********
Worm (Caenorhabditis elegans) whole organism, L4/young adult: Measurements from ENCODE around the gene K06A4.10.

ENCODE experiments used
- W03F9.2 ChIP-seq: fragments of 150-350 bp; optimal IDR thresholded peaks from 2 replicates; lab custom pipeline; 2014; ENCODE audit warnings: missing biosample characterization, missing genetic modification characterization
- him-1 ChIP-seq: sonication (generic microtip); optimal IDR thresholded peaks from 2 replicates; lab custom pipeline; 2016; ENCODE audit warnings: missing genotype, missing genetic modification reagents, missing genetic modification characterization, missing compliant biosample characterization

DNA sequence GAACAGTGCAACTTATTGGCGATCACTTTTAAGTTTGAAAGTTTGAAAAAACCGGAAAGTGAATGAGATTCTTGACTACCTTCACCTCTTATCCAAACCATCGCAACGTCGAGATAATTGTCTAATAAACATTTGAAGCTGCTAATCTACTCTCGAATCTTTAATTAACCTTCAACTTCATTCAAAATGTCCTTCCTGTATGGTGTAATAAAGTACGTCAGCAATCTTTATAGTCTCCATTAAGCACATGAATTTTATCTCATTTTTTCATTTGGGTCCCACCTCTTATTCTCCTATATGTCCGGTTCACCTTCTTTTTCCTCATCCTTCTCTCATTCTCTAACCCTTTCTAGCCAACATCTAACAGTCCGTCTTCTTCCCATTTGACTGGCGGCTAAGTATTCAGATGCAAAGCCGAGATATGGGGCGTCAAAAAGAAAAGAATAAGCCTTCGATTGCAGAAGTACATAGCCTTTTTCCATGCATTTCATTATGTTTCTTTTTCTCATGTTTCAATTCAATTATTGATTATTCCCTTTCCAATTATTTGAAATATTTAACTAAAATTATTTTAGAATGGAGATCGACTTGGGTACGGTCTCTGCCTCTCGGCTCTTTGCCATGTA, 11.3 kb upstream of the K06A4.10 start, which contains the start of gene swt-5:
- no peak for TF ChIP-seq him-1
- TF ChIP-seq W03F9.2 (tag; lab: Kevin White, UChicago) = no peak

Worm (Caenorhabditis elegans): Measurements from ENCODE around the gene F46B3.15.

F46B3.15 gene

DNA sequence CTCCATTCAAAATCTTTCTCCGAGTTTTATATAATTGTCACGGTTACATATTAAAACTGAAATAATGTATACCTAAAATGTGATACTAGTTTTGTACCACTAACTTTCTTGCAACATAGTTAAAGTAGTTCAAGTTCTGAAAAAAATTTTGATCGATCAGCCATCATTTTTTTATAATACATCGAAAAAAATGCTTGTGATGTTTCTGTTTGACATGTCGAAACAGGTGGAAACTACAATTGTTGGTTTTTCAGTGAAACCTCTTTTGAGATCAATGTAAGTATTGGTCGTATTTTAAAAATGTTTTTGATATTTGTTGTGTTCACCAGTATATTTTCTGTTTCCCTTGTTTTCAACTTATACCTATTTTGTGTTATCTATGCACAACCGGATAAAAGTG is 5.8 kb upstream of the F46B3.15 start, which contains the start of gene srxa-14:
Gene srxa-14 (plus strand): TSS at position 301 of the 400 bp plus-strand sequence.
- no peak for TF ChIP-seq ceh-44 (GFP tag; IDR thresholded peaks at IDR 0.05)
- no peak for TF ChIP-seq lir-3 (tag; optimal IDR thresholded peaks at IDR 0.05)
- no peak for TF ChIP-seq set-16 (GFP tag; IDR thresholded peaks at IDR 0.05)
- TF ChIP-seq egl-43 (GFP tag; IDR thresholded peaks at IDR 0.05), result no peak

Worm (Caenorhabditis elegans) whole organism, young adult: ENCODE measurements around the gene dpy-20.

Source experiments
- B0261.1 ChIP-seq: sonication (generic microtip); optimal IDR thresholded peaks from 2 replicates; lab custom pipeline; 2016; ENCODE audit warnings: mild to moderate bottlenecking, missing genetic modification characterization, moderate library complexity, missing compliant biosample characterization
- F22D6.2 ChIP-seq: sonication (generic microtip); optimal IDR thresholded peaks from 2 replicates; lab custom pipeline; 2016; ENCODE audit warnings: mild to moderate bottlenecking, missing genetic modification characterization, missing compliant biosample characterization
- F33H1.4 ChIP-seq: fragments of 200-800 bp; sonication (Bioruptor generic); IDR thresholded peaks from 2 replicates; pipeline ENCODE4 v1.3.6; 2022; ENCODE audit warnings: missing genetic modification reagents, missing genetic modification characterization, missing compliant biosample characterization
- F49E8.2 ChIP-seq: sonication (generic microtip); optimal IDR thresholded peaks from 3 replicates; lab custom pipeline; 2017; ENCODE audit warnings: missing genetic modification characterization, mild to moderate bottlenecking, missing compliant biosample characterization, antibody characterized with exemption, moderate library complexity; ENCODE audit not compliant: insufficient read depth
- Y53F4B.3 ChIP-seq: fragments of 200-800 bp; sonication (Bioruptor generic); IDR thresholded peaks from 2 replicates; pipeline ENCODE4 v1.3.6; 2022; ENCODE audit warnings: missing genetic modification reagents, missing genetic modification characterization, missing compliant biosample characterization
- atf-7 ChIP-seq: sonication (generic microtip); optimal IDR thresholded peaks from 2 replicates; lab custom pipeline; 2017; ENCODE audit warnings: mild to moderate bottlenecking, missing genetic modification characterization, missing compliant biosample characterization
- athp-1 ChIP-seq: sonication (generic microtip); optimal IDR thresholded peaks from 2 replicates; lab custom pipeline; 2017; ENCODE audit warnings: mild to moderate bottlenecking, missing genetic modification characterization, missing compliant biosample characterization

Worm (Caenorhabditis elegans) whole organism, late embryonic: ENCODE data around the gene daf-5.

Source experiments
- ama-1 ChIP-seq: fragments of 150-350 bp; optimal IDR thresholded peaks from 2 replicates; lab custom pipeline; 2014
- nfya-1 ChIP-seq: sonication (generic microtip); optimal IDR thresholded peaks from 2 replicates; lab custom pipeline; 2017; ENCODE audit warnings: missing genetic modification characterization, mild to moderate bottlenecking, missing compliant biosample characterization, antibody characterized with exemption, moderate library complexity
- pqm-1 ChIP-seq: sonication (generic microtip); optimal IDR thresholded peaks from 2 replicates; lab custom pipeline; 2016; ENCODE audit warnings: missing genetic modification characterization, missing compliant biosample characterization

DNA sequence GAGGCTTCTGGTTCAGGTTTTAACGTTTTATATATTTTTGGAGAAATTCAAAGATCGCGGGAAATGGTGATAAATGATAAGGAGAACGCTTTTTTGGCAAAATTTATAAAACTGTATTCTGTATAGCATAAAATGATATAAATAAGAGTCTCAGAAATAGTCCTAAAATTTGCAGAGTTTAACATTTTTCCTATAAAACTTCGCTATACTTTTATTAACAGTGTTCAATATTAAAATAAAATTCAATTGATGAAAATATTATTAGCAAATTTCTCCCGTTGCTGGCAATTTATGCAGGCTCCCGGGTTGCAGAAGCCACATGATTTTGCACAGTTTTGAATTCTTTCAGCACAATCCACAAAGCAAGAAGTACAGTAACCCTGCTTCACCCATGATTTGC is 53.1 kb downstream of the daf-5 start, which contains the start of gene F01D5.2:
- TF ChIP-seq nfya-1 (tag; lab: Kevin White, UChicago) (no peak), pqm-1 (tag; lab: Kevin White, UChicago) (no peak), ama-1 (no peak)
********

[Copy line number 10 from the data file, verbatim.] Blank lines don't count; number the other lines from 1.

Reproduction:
DNA sequence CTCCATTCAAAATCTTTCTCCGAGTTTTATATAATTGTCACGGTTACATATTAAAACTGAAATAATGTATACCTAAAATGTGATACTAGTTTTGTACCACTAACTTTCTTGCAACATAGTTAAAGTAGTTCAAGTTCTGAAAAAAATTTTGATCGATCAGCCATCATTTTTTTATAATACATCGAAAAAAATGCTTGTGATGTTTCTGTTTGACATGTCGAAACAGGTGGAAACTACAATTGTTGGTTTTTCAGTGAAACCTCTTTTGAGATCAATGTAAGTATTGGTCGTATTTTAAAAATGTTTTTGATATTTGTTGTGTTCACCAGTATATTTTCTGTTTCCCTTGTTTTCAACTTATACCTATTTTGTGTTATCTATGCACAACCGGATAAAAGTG is 5.8 kb upstream of the F46B3.15 start, which contains the start of gene srxa-14: